Step 2. Ten minutes before the lentils are ready, preheat a non-stick frying pan over medium fire. Mix together the remaining 1 tablespoon of oil, lemon juice, cayenne pepper and pepper. Pour the mixture over the fish fillets. Pan-fry the fish fillets for about 4 minutes on each side or until the fish flakes easily.

Step 3. Spread the lentils in a serving plate and top with the fish fillets. Serve with lemon wedges.

Lentil is good for you!


Tempeh or tempe is made from soy beans in a controlled fermentation process that binds the soy beans into a cake form. For more information about tempe, see here.

I grew up having tempe at least once a week, either for breakfast, lunch or dinner. It’s widely available in Indonesia and it’s considerably cheap. I remember when going to the local market with my mom, she always bought a block of tempe. So, basically there was always tempe when I opened the fridge 😀

Many dishes can be created with this humble tempe. Tempe can be easily shallow-fried (slice the tempe, then soak them in salted water for at least 30 minutes), fried with batter, stir fried with vegetable, etc. This recipe is one of my favourite tempe dishes; it’s tempe stir-fried with chillies, garlic, shallot in sweet soy sauce or kecap manis. It’s incredibly easy to make too.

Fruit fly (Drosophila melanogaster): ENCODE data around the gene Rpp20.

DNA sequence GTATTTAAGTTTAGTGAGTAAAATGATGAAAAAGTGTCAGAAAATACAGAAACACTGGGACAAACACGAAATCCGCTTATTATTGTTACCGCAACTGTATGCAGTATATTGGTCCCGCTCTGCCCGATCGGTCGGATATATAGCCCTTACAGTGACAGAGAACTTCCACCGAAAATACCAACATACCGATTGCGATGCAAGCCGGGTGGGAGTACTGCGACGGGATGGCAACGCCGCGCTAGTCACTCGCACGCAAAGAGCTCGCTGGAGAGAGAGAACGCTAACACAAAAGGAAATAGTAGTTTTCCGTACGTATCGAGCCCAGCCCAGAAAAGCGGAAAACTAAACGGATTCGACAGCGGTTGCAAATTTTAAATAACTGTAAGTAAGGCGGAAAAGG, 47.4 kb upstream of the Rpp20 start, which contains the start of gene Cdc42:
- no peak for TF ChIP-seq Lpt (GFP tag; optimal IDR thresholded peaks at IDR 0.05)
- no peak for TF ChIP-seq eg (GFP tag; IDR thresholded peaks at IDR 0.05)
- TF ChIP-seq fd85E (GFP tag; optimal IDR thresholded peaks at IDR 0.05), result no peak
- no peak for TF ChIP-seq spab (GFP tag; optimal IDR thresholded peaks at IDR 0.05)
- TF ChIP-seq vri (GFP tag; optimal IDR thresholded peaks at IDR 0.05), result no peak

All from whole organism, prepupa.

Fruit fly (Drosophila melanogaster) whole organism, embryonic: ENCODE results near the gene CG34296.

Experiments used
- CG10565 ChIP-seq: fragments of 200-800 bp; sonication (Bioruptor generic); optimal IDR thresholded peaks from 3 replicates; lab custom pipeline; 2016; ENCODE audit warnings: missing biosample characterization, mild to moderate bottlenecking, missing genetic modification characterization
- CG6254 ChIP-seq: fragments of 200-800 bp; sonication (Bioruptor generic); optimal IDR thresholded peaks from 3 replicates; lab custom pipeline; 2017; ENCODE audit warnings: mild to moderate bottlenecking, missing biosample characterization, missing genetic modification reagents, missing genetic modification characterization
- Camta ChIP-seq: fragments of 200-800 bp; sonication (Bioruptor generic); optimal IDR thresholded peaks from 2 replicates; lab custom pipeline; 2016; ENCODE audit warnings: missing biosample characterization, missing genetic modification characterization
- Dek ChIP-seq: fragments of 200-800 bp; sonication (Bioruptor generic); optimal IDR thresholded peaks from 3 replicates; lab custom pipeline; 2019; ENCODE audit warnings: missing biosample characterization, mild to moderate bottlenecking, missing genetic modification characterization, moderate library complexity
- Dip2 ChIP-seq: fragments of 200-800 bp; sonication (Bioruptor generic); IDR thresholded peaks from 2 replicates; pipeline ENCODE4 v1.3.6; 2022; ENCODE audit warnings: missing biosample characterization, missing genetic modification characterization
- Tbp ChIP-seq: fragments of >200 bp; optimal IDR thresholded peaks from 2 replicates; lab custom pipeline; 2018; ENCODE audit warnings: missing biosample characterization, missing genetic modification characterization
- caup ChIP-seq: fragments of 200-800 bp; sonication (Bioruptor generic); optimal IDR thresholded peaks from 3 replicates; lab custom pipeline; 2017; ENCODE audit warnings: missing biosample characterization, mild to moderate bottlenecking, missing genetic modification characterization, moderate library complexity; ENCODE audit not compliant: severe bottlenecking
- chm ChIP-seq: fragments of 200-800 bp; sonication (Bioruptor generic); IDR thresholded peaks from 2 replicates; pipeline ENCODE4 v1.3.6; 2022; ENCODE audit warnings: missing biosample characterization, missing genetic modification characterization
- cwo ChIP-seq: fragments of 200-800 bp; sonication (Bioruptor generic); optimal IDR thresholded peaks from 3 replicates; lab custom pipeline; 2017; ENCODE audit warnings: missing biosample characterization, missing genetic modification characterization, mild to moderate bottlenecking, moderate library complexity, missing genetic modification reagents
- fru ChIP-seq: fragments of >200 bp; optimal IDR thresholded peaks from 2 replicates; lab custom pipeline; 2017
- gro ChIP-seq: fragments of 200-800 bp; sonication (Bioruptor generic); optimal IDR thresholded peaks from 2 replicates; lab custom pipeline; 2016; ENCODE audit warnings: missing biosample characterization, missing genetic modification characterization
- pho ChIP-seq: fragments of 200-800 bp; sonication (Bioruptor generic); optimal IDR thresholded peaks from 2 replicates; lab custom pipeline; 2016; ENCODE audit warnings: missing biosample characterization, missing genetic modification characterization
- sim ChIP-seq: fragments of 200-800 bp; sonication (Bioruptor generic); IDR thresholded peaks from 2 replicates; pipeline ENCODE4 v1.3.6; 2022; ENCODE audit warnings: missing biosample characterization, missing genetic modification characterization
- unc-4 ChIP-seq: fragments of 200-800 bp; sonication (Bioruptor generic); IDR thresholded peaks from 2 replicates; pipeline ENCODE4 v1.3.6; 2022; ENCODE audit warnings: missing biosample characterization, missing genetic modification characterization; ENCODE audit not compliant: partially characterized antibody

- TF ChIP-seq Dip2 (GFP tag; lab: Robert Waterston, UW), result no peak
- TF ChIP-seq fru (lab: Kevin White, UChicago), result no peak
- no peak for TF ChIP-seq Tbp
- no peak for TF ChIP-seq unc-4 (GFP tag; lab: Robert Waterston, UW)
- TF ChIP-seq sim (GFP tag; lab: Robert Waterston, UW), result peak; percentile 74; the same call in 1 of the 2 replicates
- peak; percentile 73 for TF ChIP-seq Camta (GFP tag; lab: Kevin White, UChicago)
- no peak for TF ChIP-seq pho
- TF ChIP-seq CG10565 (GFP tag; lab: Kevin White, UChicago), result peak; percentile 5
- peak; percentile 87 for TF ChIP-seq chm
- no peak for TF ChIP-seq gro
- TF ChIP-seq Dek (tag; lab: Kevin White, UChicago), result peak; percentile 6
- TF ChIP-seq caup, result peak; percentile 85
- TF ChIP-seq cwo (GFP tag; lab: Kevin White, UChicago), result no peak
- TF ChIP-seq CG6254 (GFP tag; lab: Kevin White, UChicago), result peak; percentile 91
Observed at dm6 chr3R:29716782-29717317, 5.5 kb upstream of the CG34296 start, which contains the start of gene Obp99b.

Tempe can easily be found in most Asian grocery stores in Australia. They usually are frozen and come in small packages. The ones available in Melbourne are 225-gr packages and they are made in Australia. The price for 1 package is about AUD3.50, which is quite expensive if you compare to the price in Indonesia :P. But this Australian-made tempe is very good and taste the same as the ones I had in Indonesia. It’s worth it to cure my home-sickness 🙂

Tempe is incredibly healthy too; it is made from soy beans (legumes) and high in protein and fibre. It is suitable for vegetarians, and because of its firm texture, some consider it as meat substitute.

Tempe with sweet soy sauce

(my mom’s recipe)

(serves 4 – 6)

  • 3 x 225 gr tempe from asian grocery store
  • 2 tablespoons olive oil
  • 4 garlic cloves, peeled and sliced
  • 3 shallots, peeled and sliced
  • 2 red chillies, sliced
  • 2 green chillies, sliced
  • 2 cm ginger, peeled and sliced
  • 2 cm galangal, peeled and sliced
  • 2 x lemongrass, sliced
  • 4 tablespoons soy sauce
  • 1 cup sweet soy sauce (kecap manis), or to taste
  • salt and pepper
  • 1½ cup water

Step 1. Cut the tempe to about 1-cm cubes. Heat the olive oil in a wok over medium fire. Add in the shallots and garlic and fry until they are fragrant. Add in the chillies, ginger, galangal, lemongrass and fry until fragrant.